3. 5.3 Rings and Fields
      4. 5.4 The Structure of Finite Fields
        1. 5.4.1 Finite Fields of Prime Numbers of Elements
        2. 5.4.2 Finite Fields Modulo Irreducible Polynomials
        3. 5.4.3 Finite Fields Constructed Using Polynomial Basis
        4. 5.4.4 Primitive Roots
      5. 5.5 Group Constructed Using Points on an Elliptic Curve
        1. 5.5.1 The Group Operation
        2. 5.5.2 Point Multiplication
        3. 5.5.3 Elliptic Curve Discrete Logarithm Problem
      6. 5.6 Chapter Summary
      7. Exercises
      1. 6.1 Introduction
        1. 6.1.1 Chapter Outline
      2. 6.2 Congruences and Residue Classes
        1. 6.2.1 Congruent Properties for Arithmetic in <img xmlns="http://www.w3.org/1999/xhtml" xmlns:epub="http://www.idpf.org/2007/ops" xmlns:m="http://www.w3.org/1998/Math/MathML" xmlns:pls="http://www.w3.org/2005/01/pronunciation-lexicon" xmlns:ssml="http://www.w3.org/2001/10/synthesis" xmlns:svg="http://www.w3.org/2000/svg" src="graphics/zn.jpg" alt="Image"></img>
        2. 6.2.2 Solving Linear Congruence in <img xmlns="http://www.w3.org/1999/xhtml" xmlns:epub="http://www.idpf.org/2007/ops" xmlns:m="http://www.w3.org/1998/Math/MathML" xmlns:pls="http://www.w3.org/2005/01/pronunciation-lexicon" xmlns:ssml="http://www.w3.org/2001/10/synthesis" xmlns:svg="http://www.w3.org/2000/svg" src="graphics/zn.jpg" alt="Image"></img>
        3. 6.2.3 The Chinese Remainder Theorem
      3. 6.3 Euler’s Phi Function
      4. 6.4 The Theorems of Fermat, Euler and Lagrange
      5. 6.5 Quadratic Residues
        1. 6.5.1 Quadratic Residuosity
        2. 6.5.2 Legendre-Jacobi Symbols
      6. 6.6 Square Roots Modulo Integer
        1. 6.6.1 Computing Square Roots Modulo Prime
        2. 6.6.2 Computing Square Roots Modulo Composite
      7. 6.7 Blum Integers
      8. 6.8 Chapter Summary
      9. Exercises
      1. 7.1 Introduction
        1. 7.1.1 Chapter Outline
      2. 7.2 Definition
      3. 7.3 Substitution Ciphers
        1. 7.3.1 Simple Substitution Ciphers
        2. 7.3.2 Polyalphabetic Ciphers
        3. 7.3.3 The Vernam Cipher and the One-Time Pad
      4. 7.4 Transposition Ciphers
      5. 7.5 Classical Ciphers: Usefulness and Security
        1. 7.5.1 Usefulness of Classical Ciphers
        2. 7.5.2 Security of Classical Ciphers
      6. 7.6 The Data Encryption Standard (DES)
        1. 7.6.1 A Description of the DES
        2. 7.6.2 The Kernel Functionality of the DES: Random and Non-linear Distribution of Message
        3. 7.6.3 The Security of the DES
      7. 7.7 The Advanced Encryption Standard (AES)
        1. 7.7.1 An Overview of the Rijndael Cipher
        2. 7.7.2 The Internal Functions of the Rijndael Cipher
        3. 7.7.3 Summary of the Roles of the Rijndael Internal Functions
        4. 7.7.4 Fast and Secure Implementation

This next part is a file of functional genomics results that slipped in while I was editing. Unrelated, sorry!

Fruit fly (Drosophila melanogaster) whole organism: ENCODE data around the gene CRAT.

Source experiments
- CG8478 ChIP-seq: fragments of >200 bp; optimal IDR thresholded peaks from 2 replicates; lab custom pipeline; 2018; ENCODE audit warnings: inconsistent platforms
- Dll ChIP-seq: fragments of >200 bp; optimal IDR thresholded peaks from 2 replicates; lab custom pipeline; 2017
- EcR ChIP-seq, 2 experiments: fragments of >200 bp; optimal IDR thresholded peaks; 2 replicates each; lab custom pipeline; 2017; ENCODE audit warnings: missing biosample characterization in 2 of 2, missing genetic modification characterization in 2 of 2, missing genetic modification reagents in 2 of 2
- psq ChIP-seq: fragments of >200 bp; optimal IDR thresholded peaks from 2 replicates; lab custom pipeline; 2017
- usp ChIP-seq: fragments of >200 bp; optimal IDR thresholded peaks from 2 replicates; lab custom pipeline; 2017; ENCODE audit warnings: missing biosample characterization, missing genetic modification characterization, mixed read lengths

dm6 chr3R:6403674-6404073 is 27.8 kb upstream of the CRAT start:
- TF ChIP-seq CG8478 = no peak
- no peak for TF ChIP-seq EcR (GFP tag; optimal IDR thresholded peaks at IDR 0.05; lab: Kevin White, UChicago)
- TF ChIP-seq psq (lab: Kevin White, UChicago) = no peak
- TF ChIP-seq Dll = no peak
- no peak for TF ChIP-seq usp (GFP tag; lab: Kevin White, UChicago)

5. 7.7.5 Positive Impact of the AES on Applied Cryptography
      8. 7.8 Confidentiality Modes of Operation
        1. 7.8.1 The Electronic Codebook Mode (ECB)
        2. 7.8.2 The Cipher Block Chaining Mode (CBC)
        3. 7.8.3 The Cipher Feedback Mode (CFB)
        4. 7.8.4 The Output Feedback Mode (OFB)
        5. 7.8.5 The Counter Mode (CTR)
      9. 7.9 Key Channel Establishment for Symmetric Cryptosystems
      10. 7.10 Chapter Summary
      11. Exercises
      1. 8.1 Introduction
        1. 8.1.1 Chapter Outline
      2. 8.2 Insecurity of “Textbook Encryption Algorithms”
      3. 8.3 The Diffie-Hellman Key Exchange Protocol
        1. 8.3.1 The Man-in-the-Middle Attack
      4. 8.4 The Diffie-Hellman Problem and the Discrete Logarithm Problem
        1. 8.4.1 Importance of Arbitrary Instances for Intractability Assumptions
      5. 8.5 The RSA Cryptosystem (Textbook Version)
      6. 8.6 Cryptanalysis Against Public-key Cryptosystems
      7. 8.7 The RSA Problem
      8. 8.8 The Integer Factorization Problem
      9. 8.9 Insecurity of the Textbook RSA Encryption
      10. 8.10 The Rabin Cryptosystem (Textbook Version)
      11. 8.11 Insecurity of the Textbook Rabin Encryption
      12. 8.12 The ElGamal Cryptosystem (Textbook Version)
      13. 8.13 Insecurity of the Textbook ElGamal Encryption
        1. 8.13.1 Meet-in-the-Middle Attack and Active Attack on the Textbook ElGamal
      14. 8.14 Need for Stronger Security Notions for Public-key Cryptosystems
      15. 8.15 Combination of Asymmetric and Symmetric Cryptography
      16. 8.16 Key Channel Establishment for Public-key Cryptosystems
      17. 8.17 Chapter Summary
      18. Exercises
      1. 9.1 Introduction
        1. 9.1.1 Chapter Outline
      2. 9.2 The RSA Bit
      3. 9.3 The Rabin Bit
        1. 9.3.1 The Blum-Blum-Shub Pseudo-random Bits Generator
      4. 9.4 The ElGamal Bit
      5. 9.5 The Discrete Logarithm Bit
      6. 9.6 Chapter Summary
      7. Exercises
      1. 10.1 Introduction
        1. 10.1.1 Chapter Outline
      2. 10.2 Definition
      3. 10.3 Symmetric Techniques
        1. 10.3.1 Cryptographic Hash Functions
        2. 10.3.2 MAC Based on a Keyed Hash Function